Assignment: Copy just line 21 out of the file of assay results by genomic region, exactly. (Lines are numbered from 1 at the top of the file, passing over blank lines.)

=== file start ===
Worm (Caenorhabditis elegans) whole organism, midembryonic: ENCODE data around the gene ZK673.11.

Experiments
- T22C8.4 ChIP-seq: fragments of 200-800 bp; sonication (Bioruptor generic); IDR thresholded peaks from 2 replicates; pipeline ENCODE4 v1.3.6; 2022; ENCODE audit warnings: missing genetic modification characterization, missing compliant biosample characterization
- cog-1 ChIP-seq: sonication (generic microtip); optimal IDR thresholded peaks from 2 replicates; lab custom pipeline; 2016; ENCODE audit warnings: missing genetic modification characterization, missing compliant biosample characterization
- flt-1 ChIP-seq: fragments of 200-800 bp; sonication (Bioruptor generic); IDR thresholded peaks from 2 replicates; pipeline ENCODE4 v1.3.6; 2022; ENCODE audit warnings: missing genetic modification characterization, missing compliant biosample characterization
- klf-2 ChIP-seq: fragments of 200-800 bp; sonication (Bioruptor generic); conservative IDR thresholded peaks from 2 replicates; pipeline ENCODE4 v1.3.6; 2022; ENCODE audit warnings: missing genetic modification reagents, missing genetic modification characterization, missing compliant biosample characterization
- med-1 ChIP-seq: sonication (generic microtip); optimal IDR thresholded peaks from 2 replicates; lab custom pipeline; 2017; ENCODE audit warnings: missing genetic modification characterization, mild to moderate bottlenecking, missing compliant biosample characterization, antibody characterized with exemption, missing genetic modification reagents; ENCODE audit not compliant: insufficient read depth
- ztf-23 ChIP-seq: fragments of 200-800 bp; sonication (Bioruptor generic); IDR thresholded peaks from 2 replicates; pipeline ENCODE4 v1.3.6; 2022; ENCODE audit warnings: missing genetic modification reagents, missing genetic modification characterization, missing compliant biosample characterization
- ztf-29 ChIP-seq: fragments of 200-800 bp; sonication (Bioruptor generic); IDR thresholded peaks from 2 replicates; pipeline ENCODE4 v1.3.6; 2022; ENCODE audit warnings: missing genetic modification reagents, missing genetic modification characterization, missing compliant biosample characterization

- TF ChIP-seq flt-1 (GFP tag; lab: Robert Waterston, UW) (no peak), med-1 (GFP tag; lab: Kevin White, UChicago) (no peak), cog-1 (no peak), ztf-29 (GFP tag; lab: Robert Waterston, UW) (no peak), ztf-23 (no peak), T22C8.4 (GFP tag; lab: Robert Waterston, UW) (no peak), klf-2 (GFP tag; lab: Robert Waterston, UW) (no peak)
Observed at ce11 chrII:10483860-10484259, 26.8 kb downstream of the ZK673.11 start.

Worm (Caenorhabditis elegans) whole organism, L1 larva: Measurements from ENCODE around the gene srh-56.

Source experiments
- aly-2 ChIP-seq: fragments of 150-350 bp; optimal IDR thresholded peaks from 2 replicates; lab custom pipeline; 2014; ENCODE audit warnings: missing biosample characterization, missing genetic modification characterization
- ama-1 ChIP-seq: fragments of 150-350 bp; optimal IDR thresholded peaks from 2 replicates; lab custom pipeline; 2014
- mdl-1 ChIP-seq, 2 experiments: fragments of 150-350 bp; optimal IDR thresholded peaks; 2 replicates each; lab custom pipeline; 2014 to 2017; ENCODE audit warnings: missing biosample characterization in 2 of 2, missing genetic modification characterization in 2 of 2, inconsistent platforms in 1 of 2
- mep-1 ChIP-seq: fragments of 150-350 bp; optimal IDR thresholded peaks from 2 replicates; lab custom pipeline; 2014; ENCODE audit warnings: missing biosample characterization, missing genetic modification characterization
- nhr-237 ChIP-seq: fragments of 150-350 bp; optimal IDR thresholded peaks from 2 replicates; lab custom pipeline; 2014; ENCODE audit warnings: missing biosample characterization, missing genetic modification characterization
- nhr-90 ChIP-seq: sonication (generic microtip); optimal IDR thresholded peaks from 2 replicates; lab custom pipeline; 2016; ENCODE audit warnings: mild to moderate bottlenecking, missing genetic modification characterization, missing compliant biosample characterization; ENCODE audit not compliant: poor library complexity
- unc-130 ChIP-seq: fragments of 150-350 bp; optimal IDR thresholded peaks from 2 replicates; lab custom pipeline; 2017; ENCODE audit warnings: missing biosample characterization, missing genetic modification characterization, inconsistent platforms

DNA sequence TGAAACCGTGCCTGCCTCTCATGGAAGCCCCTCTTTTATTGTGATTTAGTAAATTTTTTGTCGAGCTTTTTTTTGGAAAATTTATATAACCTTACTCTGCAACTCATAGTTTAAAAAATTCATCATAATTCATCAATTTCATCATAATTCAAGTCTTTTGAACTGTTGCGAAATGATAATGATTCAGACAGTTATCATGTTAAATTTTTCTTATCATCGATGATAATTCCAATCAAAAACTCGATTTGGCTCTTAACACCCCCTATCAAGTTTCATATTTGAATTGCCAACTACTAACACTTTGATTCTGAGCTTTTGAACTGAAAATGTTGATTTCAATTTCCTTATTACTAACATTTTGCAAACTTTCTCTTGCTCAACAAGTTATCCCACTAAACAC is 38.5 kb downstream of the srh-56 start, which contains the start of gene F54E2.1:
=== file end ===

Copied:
DNA sequence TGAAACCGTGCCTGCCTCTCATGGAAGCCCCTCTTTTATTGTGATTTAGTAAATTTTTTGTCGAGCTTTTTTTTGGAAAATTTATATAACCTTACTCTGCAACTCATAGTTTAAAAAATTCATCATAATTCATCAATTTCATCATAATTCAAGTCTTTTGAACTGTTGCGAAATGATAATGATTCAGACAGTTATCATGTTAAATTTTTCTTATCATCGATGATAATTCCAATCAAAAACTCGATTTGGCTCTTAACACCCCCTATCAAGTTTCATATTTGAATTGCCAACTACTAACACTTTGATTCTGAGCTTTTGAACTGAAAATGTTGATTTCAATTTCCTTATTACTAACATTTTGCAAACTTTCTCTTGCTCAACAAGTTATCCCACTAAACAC is 38.5 kb downstream of the srh-56 start, which contains the start of gene F54E2.1: